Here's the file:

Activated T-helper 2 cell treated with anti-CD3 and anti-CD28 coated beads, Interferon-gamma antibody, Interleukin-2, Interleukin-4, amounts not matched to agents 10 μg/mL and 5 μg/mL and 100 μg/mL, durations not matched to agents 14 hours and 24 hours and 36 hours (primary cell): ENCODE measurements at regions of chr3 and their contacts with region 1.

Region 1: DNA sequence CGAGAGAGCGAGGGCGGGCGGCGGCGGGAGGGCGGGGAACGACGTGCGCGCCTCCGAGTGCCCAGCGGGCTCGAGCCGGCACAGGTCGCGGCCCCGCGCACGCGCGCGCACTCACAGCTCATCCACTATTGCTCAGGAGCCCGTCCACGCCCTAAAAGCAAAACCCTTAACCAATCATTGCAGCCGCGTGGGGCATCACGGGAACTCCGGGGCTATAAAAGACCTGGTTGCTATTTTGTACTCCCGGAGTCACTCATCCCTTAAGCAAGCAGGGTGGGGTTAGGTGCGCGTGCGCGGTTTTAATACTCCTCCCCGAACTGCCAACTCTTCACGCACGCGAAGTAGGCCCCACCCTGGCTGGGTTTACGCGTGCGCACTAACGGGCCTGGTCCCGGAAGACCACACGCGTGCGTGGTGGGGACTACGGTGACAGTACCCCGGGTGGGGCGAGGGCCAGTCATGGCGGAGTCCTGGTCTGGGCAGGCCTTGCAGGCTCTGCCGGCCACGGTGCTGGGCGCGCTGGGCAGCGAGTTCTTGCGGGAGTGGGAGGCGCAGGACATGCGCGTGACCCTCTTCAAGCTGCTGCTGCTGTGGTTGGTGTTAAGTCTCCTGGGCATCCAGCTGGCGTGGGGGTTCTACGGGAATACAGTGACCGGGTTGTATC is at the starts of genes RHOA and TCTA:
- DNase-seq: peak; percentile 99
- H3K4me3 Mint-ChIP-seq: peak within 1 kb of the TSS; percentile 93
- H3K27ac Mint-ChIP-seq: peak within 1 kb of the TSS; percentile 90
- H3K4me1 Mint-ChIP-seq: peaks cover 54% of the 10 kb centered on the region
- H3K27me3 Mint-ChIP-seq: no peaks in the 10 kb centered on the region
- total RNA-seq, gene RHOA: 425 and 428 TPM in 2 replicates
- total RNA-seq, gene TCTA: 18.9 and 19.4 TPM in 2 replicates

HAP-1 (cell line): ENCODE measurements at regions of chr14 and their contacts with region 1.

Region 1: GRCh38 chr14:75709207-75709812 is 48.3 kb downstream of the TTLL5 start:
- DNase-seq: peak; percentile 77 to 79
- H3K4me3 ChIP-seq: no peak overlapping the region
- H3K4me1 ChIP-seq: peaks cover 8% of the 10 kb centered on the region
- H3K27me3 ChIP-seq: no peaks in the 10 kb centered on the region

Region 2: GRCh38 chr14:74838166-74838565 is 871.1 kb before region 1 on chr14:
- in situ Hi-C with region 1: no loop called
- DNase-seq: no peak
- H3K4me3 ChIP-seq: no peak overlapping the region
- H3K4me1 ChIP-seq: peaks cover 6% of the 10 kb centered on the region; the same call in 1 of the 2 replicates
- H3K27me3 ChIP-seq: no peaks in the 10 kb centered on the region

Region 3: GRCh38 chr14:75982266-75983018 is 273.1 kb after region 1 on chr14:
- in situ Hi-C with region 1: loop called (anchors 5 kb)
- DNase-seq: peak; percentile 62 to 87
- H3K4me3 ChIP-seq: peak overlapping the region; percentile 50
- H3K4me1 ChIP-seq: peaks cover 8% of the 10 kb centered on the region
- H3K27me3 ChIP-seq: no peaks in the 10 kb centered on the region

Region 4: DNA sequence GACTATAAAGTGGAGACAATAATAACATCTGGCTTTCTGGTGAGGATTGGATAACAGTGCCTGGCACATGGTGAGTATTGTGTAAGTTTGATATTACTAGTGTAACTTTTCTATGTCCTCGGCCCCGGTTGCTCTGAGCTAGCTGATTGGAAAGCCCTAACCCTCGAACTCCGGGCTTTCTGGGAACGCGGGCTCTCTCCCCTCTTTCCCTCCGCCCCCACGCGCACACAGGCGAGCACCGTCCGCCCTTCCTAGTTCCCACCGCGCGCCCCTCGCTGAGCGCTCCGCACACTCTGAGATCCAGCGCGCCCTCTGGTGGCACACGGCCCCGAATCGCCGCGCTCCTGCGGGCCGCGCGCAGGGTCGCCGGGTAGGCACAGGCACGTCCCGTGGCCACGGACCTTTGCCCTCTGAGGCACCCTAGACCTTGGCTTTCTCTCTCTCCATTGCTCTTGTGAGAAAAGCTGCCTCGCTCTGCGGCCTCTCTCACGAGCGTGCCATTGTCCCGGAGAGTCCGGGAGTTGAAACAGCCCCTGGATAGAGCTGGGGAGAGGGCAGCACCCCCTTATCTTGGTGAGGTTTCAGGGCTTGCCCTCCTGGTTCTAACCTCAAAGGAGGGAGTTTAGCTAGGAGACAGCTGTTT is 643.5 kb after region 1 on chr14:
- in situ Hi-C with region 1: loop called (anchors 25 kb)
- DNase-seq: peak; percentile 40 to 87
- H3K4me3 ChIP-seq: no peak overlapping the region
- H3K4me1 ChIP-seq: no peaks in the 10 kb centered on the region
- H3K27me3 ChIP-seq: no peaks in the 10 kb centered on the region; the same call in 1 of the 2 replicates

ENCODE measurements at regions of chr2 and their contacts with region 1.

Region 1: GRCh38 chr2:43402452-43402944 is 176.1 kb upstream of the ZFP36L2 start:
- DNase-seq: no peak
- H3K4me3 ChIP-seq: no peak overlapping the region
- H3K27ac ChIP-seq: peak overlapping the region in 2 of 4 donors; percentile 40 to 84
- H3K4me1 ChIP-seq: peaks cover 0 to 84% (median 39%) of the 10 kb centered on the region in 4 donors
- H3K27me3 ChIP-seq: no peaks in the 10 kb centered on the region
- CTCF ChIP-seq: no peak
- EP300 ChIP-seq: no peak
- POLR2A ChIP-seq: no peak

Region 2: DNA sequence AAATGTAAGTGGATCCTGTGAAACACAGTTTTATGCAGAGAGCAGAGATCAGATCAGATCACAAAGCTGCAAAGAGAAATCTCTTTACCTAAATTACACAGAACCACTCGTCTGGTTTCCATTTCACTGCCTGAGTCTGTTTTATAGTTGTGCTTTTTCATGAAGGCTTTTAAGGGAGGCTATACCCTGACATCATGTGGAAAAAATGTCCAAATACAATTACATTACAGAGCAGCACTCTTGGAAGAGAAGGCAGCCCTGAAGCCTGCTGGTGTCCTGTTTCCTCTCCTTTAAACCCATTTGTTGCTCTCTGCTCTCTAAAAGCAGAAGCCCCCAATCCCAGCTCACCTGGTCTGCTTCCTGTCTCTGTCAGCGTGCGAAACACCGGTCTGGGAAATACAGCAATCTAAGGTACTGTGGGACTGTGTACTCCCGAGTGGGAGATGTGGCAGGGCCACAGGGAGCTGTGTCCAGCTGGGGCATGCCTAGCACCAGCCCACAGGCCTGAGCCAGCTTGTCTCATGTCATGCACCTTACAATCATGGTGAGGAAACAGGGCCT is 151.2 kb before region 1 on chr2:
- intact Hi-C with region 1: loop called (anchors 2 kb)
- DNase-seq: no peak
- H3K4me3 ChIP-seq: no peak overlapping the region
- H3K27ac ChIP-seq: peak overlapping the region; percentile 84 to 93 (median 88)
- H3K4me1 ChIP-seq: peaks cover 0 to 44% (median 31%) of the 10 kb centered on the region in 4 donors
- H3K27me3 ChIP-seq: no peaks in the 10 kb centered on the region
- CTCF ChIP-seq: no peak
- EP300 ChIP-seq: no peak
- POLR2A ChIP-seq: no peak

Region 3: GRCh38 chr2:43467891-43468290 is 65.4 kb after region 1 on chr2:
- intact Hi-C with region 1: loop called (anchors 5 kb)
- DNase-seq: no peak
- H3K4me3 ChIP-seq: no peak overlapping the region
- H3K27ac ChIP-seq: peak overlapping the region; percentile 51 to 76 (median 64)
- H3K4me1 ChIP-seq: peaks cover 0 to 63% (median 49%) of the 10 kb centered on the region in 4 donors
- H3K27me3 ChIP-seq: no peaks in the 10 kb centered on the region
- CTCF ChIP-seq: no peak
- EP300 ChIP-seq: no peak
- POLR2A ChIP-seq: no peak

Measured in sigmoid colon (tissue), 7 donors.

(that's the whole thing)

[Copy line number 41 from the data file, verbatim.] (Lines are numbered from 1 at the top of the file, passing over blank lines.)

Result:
- CTCF ChIP-seq: no peak